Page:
The first rib is isolated in the midportion of the exposure, where it is visualized most easily, and it is divided under direct vision with the use of a rib cutter. Rongeurs then are used to remove the posterior aspect of the first rib in a piecemeal fashion (see Fig. 122-8). Care is taken to make sure that the most critical portion of the first rib with respect to nerve compression (i.e., the most posterior aspect of the first rib) is totally removed from its spinal attachments. A fine elevator is used to separate the soft tissue attachments from the first rib. The posterior cut edge of the first rib will be held with a rongeur, and in a twisting, rocking motion, the entire posterior portion of the first rib will be removed so that the cartilaginous components of the first rib articular facets (the costotransverse and costovertebral joints) are identified in the specimen. If periosteum or bony fragments are left at the posterior site, a callus will form subsequently to produce new bone formation, which may result in recurrent compression. If a prolonged transverse process or a cervical rib is present, it is removed with the same technique. The anterior portion of the first rib is removed under direct vision to decompress the neural and vascular elements. An opening of approximately 3 cm then is made in the pleura to facilitate drainage of any postoperative blood away from the brachial plexus into the pleural cavity (Fig. 122-9). Care is taken with this maneuver not to injure the intercostal brachial nerve, which courses across the surface of the dome of the pleura. A Marcaine infusion pump is placed in the incision for postoperative comfort. A simple suction drain in the operative site is used and sealed after wound closure and maximum inflation of the lungs by the anesthesiologist. We have not had to routinely place a chest tube for pneumothorax using this strategy.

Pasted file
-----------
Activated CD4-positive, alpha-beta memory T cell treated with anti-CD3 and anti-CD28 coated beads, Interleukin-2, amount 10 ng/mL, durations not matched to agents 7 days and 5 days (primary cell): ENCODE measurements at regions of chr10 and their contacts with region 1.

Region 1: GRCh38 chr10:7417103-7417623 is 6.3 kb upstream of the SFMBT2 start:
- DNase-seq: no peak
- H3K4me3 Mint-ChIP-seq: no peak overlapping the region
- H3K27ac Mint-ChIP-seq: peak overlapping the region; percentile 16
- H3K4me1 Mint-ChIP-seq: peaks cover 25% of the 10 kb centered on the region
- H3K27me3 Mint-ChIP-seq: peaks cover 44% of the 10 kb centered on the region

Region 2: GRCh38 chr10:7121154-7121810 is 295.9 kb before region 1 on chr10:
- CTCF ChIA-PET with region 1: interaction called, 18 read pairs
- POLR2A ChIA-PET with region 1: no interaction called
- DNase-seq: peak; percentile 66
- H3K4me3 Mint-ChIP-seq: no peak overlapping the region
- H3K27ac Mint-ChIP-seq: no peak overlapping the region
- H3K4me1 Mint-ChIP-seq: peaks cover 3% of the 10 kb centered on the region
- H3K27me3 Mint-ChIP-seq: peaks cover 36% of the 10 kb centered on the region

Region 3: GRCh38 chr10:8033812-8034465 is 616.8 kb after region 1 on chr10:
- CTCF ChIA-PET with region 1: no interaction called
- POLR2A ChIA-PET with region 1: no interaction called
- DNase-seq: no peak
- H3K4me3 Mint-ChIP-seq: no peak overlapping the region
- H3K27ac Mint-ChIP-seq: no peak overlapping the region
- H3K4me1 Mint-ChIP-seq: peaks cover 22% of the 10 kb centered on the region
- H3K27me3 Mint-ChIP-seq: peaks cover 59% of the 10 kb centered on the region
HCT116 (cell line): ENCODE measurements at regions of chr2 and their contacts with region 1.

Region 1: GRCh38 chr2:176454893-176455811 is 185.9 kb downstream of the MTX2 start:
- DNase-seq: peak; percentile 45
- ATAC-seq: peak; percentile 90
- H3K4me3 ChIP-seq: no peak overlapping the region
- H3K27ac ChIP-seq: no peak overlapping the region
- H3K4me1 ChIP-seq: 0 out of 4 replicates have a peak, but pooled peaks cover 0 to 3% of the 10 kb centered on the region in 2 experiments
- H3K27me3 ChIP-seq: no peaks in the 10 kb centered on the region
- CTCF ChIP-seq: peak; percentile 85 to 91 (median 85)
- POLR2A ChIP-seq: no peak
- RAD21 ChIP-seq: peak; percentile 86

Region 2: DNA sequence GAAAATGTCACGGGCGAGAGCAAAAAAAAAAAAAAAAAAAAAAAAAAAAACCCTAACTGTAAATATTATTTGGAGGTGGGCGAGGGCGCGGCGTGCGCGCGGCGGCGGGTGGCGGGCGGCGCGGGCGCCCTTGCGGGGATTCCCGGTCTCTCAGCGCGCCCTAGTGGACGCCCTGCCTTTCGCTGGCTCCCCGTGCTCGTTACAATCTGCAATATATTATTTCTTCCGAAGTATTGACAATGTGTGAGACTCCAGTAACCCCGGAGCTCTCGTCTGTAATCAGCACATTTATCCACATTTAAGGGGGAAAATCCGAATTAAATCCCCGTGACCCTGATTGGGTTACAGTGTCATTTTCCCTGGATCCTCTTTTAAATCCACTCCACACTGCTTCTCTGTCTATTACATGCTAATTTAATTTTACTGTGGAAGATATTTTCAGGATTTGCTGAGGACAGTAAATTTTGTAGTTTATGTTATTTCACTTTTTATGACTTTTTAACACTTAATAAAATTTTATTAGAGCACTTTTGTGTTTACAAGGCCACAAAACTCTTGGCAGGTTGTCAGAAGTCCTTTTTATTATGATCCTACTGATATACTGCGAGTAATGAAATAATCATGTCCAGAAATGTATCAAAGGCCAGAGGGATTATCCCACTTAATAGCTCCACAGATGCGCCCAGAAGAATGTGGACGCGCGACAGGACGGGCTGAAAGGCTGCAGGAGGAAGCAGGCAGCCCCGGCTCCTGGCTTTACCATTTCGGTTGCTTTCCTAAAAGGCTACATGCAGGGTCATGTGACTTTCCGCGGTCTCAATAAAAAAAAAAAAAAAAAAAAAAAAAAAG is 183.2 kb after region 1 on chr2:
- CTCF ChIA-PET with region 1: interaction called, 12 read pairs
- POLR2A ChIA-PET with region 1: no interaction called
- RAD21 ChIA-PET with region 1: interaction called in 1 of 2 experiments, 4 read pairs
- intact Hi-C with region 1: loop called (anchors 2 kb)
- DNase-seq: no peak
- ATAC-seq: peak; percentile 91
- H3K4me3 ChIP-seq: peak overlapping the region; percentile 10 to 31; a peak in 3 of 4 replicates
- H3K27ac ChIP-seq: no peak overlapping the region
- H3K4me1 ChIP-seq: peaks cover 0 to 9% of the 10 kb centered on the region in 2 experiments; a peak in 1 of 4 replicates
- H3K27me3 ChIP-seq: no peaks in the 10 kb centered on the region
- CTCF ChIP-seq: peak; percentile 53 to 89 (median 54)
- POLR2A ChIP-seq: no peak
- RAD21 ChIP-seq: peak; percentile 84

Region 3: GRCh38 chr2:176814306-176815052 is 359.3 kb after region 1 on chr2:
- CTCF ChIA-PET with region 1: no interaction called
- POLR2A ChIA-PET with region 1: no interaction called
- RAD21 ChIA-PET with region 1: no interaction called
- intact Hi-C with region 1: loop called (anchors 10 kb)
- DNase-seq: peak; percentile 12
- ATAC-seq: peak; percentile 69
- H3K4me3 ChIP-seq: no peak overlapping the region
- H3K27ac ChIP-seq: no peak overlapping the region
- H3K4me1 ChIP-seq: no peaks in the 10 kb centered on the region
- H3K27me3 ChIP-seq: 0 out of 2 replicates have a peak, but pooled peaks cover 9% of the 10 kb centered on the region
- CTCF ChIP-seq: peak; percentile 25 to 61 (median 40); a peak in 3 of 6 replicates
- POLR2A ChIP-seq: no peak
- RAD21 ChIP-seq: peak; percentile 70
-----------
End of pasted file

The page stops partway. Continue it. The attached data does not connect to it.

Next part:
Figure 122-9.